Work continues on a body camera policy for the Pulaski County Sheriff’s Department. Sheriff Jeff Richwine told the county commissioners last week that he’s begun getting requests for body camera footage, but there are laws that limit what the department may release. “It’s a kind of a nightmare,” he said. “We’re working on getting the software that we can redact all the stuff. [County Attorney] Kevin [Tankersley] read the law, I read the law, and you’re head still kind of spins.”
Tankersley explained that while there have long been laws on access to public and investigatory records, three new sections of law were passed about a year and a half ago. “It’s very complicated, and it puts a great deal of responsibility on the department,” Tankersley said. “When they’re shooting a body cam, first of all, there’s only certain people that can get that video. You have to have some sort of connection to it: it depicts you or depicts a close relative. If it contains something that’s confidential or it contains something, for example, nudity, you have to have the ability to pixelate that, which we don’t have.” Tankersley said the Sheriff’s Department also has to have the ability to store the video for at least 270 days or sometimes longer.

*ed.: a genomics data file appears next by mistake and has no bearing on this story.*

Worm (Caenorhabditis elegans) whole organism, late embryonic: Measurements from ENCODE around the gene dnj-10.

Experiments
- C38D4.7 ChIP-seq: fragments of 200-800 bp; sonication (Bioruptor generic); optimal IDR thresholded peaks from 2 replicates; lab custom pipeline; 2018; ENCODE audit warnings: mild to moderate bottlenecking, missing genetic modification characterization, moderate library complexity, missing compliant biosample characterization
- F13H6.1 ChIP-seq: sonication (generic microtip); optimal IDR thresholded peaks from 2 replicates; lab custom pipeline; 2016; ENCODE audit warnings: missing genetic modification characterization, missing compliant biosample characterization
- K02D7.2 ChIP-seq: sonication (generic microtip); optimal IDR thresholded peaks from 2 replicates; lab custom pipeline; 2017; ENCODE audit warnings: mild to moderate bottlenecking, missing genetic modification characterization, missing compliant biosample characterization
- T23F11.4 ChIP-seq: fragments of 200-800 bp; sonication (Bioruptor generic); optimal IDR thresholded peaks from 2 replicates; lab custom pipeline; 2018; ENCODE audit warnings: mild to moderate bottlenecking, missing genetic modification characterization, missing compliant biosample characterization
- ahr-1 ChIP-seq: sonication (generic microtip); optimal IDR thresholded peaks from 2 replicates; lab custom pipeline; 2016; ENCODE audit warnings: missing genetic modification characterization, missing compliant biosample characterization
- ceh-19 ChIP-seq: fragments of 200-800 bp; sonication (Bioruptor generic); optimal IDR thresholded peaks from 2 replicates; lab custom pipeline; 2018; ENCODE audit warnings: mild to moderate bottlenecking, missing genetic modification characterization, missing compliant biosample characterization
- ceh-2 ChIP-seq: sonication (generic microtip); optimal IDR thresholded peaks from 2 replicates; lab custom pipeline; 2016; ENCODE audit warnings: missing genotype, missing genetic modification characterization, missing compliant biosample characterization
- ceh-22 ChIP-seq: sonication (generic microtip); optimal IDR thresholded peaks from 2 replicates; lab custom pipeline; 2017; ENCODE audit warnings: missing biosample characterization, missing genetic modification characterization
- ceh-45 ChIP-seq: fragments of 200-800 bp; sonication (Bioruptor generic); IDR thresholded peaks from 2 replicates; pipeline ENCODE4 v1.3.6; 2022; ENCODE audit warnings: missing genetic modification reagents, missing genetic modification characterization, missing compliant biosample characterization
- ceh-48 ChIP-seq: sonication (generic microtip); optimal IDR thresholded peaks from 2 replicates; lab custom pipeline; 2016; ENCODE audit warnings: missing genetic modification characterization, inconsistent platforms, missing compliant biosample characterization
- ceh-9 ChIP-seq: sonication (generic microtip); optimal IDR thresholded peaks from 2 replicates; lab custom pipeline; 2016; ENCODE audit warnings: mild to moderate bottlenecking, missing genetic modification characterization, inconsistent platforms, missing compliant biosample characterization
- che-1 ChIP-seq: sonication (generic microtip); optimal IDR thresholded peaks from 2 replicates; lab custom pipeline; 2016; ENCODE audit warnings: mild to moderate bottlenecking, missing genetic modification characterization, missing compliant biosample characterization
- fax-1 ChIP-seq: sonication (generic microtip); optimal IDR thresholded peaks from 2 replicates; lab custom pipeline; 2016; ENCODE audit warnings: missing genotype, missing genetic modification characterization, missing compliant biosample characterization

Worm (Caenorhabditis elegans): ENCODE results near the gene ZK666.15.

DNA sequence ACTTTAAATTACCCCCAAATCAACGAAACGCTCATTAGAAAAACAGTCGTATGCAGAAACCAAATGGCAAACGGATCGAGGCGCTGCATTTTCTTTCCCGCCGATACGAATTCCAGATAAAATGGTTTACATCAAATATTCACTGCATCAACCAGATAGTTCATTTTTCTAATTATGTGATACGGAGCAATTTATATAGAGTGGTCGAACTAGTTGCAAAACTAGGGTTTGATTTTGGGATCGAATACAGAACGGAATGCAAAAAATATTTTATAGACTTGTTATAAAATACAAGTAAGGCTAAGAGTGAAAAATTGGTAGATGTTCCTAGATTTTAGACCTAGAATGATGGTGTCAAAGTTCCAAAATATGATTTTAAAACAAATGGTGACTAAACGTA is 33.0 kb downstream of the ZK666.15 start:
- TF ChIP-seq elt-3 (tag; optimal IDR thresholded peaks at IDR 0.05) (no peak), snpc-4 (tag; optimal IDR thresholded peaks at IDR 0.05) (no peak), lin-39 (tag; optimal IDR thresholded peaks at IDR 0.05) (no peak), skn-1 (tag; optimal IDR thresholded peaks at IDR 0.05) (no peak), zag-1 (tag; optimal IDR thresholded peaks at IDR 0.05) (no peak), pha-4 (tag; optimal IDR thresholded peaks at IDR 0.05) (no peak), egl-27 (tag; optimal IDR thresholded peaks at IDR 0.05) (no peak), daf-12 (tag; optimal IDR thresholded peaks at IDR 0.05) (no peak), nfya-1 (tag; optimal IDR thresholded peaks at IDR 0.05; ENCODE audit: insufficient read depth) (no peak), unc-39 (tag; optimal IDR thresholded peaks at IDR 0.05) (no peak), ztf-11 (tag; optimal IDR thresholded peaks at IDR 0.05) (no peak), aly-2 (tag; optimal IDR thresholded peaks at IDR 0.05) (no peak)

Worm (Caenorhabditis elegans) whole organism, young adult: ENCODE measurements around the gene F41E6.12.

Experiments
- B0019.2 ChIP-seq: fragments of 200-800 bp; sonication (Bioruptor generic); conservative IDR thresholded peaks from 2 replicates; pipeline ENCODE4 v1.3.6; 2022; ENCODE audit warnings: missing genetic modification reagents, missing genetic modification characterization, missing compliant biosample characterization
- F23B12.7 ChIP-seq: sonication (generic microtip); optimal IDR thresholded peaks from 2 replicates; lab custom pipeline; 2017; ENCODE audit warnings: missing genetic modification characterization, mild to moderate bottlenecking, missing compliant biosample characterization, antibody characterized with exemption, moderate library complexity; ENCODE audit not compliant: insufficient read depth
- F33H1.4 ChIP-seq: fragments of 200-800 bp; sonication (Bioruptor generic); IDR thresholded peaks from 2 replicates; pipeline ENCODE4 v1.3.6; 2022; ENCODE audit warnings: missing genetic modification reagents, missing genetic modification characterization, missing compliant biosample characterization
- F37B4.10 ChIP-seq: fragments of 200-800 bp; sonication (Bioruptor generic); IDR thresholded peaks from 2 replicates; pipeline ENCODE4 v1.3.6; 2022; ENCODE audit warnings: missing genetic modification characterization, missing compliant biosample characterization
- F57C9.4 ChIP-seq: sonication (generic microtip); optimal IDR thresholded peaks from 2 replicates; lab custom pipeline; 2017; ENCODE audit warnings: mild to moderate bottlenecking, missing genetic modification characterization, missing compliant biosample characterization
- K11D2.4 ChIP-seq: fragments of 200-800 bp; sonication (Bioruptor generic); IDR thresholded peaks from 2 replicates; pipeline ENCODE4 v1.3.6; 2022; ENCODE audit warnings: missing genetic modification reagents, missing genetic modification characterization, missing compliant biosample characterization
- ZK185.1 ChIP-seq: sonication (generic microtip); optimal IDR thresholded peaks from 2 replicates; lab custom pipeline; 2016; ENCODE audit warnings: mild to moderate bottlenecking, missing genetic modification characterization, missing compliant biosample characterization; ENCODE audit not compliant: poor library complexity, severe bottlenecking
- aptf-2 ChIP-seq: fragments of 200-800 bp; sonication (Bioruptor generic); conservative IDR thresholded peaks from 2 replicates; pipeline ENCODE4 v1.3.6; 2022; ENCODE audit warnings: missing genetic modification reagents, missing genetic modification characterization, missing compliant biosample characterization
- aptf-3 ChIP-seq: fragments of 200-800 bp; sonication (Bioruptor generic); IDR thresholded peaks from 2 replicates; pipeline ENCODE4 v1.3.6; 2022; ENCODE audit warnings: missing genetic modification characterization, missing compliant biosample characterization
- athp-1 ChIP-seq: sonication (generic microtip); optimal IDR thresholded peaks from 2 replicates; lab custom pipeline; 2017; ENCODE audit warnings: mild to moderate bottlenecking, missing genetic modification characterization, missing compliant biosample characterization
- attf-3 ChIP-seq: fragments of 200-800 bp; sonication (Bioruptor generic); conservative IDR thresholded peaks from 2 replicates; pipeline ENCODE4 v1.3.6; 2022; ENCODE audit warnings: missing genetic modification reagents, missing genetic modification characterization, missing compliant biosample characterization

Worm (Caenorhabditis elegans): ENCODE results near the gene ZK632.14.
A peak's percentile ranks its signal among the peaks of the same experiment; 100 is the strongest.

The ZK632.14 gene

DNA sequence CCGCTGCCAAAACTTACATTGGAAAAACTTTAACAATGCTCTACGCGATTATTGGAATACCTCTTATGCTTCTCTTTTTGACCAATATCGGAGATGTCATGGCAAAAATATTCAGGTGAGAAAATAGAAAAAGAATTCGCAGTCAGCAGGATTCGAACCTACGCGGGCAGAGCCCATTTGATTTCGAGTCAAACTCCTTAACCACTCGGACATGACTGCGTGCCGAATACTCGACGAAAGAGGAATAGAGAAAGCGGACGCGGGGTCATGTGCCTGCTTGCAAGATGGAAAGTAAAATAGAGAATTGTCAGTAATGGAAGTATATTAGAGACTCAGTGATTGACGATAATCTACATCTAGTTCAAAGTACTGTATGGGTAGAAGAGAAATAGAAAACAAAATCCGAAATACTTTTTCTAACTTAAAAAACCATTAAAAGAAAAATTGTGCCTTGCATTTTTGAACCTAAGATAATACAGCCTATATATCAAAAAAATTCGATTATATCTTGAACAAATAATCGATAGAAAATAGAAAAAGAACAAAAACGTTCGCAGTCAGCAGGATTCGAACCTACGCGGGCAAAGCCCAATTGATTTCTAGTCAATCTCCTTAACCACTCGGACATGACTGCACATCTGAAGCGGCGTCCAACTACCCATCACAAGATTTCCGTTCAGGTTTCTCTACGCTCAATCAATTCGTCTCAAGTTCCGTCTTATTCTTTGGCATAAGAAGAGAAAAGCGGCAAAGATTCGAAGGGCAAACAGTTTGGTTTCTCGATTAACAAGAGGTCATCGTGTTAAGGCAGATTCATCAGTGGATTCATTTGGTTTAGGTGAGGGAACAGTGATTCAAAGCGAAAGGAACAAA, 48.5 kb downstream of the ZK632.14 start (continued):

Those concerns will be addressed by a new contract between the county and Motorola. It includes new body cameras, portable radios, cloud data storage, and video editing software.
But Richwine said that while that will help going forward, it doesn’t address the video that his department already has. “That takes a whole different software, and we’re doing a free trial now with one, and we’ll just see how that works,” he said. “But so far, the people have been real good. I think Kevin’s written some nice letters and I think, talking to me, they realize that it’s not that we don’t want to give it to them, there’s just certain things that we’ve got to get in place before we can release it.”
Meanwhile, he said Tankersley is working on an updated body camera policy.